I remember we had a sound check in Europe and Boyer was a little late. Prince had on this green two-piece outfit with the alphabet on it. She was late and Prince said "Boni, you're late" and she had on silk pajamas. He said "Don't come on my stage and sound check with those silk pajamas on." Then, Boyer looked at me and Sheila E. --or me and Levi Seacer-- and she said "Yeah, but, you're wearing green pants with the alphabet on them."
  We started laughing and we laughed so hard. She made everyone laugh. She was so confident. She was a great singer and a great musician. She could carry her own; she was awesome, funny and raw. I miss her, she was my best friend.

  You should never assume things before you actually see them for yourself.

  The "Sign o' the Times" single cover...that was when Prince actually asked me to join his band. I had no idea what was going on.
  He asked me to go by his house in Beverly Hills and pick up a dress. I flew to Minneapolis the next day and I had no idea that was the dress I was supposed to wear. But, that dress was supposed to be for Susannah Melvoin, Wendy's twin sister. It just so happened I fit the dress. I came to find out that was the dress he wanted me to wear for the cover and he didn't let me know what it was for.
  Earl Jones, Jill Jones' uncle, did my hair. I put on the dress, they gave me Prince's glasses, Prince told me to play the guitar and they started shooting. That how it ended up on the cover.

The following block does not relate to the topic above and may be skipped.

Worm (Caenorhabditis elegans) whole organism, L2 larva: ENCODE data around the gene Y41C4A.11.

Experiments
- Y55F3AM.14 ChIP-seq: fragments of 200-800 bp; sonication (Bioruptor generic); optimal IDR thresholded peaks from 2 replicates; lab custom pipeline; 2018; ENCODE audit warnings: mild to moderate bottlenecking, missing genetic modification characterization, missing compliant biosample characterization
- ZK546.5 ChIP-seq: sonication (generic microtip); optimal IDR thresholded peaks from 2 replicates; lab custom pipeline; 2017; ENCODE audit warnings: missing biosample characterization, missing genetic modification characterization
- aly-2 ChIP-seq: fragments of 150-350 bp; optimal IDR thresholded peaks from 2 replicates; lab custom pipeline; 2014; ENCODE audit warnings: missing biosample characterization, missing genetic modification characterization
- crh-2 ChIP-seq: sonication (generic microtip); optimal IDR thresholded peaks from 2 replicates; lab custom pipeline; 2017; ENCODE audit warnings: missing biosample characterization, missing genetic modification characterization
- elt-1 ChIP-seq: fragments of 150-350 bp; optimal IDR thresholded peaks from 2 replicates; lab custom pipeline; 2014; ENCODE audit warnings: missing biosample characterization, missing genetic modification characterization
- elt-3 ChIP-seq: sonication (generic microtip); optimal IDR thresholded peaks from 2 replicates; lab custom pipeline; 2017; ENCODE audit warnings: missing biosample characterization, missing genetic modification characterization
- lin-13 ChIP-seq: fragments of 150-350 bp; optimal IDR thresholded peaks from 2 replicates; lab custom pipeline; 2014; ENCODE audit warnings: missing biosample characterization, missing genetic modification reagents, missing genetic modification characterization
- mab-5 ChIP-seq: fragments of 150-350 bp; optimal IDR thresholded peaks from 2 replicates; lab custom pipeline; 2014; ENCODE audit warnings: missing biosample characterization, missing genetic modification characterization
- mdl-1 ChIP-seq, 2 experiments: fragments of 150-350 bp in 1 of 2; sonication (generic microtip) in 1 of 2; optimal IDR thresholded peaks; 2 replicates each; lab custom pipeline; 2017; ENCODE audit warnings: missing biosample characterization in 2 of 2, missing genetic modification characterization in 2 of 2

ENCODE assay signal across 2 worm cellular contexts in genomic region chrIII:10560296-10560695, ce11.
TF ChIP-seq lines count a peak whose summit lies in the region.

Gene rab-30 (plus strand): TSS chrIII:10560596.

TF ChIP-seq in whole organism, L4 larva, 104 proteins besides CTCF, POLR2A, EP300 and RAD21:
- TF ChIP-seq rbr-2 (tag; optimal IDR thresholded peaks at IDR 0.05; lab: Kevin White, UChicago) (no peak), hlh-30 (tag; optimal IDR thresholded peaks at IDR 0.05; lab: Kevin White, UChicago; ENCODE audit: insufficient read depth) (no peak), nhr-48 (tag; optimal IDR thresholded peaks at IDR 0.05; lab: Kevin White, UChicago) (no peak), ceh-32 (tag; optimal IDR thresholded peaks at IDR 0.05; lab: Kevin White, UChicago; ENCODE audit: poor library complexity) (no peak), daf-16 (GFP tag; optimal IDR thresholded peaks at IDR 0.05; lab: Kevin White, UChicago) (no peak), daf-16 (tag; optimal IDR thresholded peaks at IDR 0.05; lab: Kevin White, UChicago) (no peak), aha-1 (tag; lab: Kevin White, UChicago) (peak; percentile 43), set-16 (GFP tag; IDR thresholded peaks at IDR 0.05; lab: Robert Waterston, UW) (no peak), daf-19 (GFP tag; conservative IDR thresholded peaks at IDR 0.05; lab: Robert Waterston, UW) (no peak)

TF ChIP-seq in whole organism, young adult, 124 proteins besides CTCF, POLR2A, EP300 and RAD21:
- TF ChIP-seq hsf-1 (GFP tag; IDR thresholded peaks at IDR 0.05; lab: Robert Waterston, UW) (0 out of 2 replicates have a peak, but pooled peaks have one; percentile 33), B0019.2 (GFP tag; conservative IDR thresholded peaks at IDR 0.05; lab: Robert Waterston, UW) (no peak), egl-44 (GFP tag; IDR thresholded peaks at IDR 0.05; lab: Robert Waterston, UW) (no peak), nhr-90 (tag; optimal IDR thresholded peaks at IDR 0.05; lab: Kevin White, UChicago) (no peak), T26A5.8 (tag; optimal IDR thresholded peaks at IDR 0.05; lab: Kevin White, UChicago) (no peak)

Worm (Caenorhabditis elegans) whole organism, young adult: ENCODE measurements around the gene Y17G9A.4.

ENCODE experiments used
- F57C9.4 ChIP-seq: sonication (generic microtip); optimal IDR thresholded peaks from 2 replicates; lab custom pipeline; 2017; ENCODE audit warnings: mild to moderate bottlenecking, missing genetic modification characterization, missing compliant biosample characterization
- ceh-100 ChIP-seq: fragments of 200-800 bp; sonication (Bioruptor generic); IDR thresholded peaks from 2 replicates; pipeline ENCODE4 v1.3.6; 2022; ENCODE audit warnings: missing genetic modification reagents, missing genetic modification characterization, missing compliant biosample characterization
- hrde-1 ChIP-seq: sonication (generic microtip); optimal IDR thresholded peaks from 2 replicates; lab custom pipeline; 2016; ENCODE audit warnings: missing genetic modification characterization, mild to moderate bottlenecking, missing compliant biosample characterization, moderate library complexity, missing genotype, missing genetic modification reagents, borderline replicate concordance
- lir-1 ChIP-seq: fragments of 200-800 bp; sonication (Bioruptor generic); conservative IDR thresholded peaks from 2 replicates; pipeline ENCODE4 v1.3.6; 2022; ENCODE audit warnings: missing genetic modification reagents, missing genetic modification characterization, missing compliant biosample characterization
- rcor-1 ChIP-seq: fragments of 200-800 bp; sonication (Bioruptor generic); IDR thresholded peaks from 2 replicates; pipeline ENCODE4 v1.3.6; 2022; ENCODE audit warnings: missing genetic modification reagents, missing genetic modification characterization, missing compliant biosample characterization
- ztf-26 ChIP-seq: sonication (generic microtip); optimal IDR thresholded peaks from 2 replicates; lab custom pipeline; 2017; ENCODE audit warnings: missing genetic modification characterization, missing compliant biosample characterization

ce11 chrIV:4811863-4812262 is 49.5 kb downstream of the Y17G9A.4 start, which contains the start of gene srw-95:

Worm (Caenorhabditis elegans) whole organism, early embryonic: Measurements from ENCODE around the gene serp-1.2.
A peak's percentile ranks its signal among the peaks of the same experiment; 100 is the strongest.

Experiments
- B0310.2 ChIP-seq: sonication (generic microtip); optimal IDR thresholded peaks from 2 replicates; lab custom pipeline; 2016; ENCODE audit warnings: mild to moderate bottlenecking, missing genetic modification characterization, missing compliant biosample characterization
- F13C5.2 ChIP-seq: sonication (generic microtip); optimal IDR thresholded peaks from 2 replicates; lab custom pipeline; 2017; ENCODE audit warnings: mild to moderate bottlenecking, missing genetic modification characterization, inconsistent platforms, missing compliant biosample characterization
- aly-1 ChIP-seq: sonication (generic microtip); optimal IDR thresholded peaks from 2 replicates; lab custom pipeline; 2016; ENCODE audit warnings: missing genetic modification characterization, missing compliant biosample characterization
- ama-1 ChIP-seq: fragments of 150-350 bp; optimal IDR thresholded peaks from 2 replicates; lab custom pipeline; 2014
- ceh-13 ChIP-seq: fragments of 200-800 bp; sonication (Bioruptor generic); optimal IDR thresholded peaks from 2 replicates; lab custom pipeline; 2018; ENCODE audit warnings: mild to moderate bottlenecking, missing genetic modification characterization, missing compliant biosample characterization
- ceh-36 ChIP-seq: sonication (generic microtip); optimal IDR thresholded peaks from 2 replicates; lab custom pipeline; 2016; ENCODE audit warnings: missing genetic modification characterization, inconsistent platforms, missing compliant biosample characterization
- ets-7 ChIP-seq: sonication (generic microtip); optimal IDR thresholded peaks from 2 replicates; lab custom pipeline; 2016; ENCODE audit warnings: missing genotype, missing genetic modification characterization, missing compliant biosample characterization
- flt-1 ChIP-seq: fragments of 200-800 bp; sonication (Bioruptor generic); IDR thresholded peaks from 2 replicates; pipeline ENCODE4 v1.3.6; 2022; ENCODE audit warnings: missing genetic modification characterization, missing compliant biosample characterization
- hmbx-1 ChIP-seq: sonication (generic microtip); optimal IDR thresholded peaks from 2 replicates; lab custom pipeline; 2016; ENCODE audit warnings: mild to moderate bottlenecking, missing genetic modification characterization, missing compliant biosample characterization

By the way, that heart you see on the cover, was a thick glass mirror. It was so heavy and that's why you see my muscles. I was shaking holding that heart. I said "Prince, if you were going to make the heart black, you could just drawn a black cardboard heart and it would have been effortless."

  But, he's smart and he's such a genius, he wanted it to look like him. I got it. If you're holding something heavy, I don't care if you're a baby, girl or woman, your muscles are going to show. Even my dad thought that was Prince. Prince's dad thought that was Prince. Amazing, right?

   When I created routines for Prince's tours I had to make sure everyone could play their instruments and dance at the same time. Seacer and Miko Weaver were so mad at me about some of the stuff I did for the "Lovesexy" Tour. I told Seacer he needed to stick one leg over his bass and hop on one foot to make it funky. In "Sign o' the Times" I said "You guys want to be dogs and go 'woof!' You want to crawl, there's a fire hydrant, open your leg and 'pee' on it." I was really animated.